A Layman cost-benefit analysis

In 1992 the National Criminal Justice Reference Service (NCJRS) conducted a research program and determined that the cost of alcohol abuse and alcoholism was over $148 billion. These costs were calculated from the following: premature death, impaired productivity, institutionalized populations, incarceration, crime careers, and victims of alcohol-related crime.Ceoec

Another document published in 2004, again by the NCJRS estimated that those costs have increased by 40%. So that number is close to $207 billion. (And that was 10 years ago.)

However what is most interesting to me as a layperson is that none of these costs include alcohol related/influenced diseases such as, liver disease, cardiovascular disease, cancers, diabetes, and a host of others.

The cost of diabetes in the US in 2012 was more than $245 billion. (American Diabetes Association). Another study by the CDC estimates that 18% of diabetes treatment is alcohol-related. So you could add that number to the 207 billion above.

I suppose I could go on and do significant amount of research. There is a ton of research which relates the consumption of alcohol to various cancers:

• head and neck cancer, particularly oral cavity, pharynx (the throat)
• esophageal cancer,
• liver cancer,
• breast cancer
• colorectal cancer

One of the studies I read said that they were over 310,000 alcohol related cancer deaths each year. Nevermind the cost of a death how long were these individuals treated for their cancer and what was that cost? Then – there was also a whole section of research that has been done on the relationship of alcoholism and cardiovascular disease. This gets brutal.

Now I want to look at treatment costs.
I read a report by the Substance Abuse and Mental Health Services Administration (SAMHA) that said that the cost per admission of an alcoholic to a long-term residential alcohol treatment program was $3840 per admission. The cost for outpatient treatment was $7415 per admission. (I found it interesting that the cost of long-term residential alcohol and drug treatment programs was 40% lower than outpatient.)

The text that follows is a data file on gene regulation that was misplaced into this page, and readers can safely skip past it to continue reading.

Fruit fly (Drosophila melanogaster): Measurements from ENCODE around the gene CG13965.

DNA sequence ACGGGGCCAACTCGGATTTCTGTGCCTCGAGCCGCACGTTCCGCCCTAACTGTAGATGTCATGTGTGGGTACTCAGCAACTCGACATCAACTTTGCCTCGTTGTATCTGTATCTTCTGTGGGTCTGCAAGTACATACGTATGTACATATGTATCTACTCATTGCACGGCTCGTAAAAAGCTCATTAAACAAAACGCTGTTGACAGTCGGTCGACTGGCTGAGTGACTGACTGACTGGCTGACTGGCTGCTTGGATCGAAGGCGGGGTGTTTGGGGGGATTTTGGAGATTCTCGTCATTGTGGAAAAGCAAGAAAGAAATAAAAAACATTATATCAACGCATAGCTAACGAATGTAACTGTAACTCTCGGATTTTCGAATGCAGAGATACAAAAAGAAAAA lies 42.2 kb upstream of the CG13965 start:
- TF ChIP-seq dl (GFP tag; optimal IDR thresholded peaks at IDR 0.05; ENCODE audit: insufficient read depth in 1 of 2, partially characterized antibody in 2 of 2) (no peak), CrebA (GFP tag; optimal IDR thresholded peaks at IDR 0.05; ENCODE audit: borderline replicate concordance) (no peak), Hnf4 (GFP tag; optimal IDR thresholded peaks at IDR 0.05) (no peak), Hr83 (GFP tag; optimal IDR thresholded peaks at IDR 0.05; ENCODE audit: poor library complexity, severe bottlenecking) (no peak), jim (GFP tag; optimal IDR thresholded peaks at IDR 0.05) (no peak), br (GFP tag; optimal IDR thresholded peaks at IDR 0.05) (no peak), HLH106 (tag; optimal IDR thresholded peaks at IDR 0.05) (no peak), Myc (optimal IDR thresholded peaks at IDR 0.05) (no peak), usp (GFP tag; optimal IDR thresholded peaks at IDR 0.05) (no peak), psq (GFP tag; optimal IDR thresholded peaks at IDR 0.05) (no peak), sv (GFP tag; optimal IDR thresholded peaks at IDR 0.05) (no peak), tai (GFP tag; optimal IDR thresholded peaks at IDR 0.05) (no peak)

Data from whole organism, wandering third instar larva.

The National Survey on Drug Use and Health estimates that 4 million people receive treatment for alcohol and drug addiction each year. (The same study said that 23.6 million people are drugs and/or alcohol dependent. (So only a fraction of the 23.6 million people – 4 million seek out treatment.)

Now – of the 4 million – 934,000 of them received inpatient treatment at a rehab facility. Two other studies estimated the effectiveness of AA, outpatient treatment, or counseling/therapy only about 20%. That means that only about 20% of those seeking help remain sober for more than a year.

That has with the rubber meets the road – the National Survey on Drug Use and Health organization says that when individuals seek long-term residential alcohol or drug treatment – three months to a year that number doubles to 40%.
Okay – I am not going to do the math here. But if you calculate the health-related costs of untreated and treated alcoholism. Including the alcohol related diseases above; IE diabetes, cancers, cardiovascular, digestive and colon related healthcare. It is not a rocket science to see that it is a huge cost effective benefit to provide long-term residential alcohol/drug rehabilitation.

There is a whole other cost that is not mentioned in this blog article I wrote: that is the emotional cost of family and friends. I wonder how many days of work I missed by family members and/or friends who are trying to help and addicted person. I wonder how many hours of ineffective work are done on the job while family members and friends are worried sick, wondering if the person they love is dead or alive. Having been around the halls of AA, and been a patient at alcohol and drug rehabilitation programs, I know this is not an exaggeration. Obviously as a recovering person I have strong feelings about the positive physical, mental, emotional benefits to both those afflicted with addiction, and those affected by addiction.

Obviously I am a proponent of long-term residential alcohol treatment, and/or long-term residential drug treatment centers.